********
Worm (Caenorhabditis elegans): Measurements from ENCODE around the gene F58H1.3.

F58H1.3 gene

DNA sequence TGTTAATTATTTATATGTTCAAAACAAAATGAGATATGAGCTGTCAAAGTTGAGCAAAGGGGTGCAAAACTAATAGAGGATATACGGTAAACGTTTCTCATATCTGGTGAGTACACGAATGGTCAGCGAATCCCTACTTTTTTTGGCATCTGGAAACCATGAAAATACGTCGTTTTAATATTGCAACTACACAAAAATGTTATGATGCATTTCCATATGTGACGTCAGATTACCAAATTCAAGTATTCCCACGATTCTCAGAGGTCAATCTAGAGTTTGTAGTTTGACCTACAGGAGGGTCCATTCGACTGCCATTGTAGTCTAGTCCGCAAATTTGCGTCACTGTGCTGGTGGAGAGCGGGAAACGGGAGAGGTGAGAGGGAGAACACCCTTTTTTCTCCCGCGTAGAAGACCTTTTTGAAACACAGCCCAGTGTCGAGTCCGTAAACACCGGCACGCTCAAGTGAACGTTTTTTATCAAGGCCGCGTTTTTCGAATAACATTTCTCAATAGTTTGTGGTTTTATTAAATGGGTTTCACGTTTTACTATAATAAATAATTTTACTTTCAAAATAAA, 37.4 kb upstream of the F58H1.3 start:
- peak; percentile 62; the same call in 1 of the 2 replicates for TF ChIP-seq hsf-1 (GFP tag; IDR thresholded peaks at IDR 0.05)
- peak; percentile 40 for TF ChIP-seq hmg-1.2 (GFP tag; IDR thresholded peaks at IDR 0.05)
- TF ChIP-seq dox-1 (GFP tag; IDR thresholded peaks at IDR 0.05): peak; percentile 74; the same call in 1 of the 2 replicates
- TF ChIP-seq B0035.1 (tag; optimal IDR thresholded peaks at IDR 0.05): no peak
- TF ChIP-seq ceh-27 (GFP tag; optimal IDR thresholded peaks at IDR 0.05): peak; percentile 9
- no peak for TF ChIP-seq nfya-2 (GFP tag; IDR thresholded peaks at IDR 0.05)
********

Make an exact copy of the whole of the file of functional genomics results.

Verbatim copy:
Worm (Caenorhabditis elegans): Measurements from ENCODE around the gene F58H1.3.

F58H1.3 gene

DNA sequence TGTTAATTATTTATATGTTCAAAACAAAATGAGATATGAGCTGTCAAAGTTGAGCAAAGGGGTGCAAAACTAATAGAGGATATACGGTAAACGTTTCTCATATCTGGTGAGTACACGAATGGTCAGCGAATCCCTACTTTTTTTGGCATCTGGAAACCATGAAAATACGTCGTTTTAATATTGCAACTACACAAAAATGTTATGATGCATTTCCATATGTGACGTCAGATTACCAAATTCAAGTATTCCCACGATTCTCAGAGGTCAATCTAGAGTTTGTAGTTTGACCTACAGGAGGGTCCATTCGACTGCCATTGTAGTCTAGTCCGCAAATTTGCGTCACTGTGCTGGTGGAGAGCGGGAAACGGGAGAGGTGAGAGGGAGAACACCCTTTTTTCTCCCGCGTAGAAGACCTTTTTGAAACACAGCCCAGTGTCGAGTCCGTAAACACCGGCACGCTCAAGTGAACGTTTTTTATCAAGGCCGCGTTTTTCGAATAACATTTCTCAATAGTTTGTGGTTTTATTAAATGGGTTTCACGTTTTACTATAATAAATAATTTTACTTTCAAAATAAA, 37.4 kb upstream of the F58H1.3 start:
- peak; percentile 62; the same call in 1 of the 2 replicates for TF ChIP-seq hsf-1 (GFP tag; IDR thresholded peaks at IDR 0.05)
- peak; percentile 40 for TF ChIP-seq hmg-1.2 (GFP tag; IDR thresholded peaks at IDR 0.05)
- TF ChIP-seq dox-1 (GFP tag; IDR thresholded peaks at IDR 0.05): peak; percentile 74; the same call in 1 of the 2 replicates
- TF ChIP-seq B0035.1 (tag; optimal IDR thresholded peaks at IDR 0.05): no peak
- TF ChIP-seq ceh-27 (GFP tag; optimal IDR thresholded peaks at IDR 0.05): peak; percentile 9
- no peak for TF ChIP-seq nfya-2 (GFP tag; IDR thresholded peaks at IDR 0.05)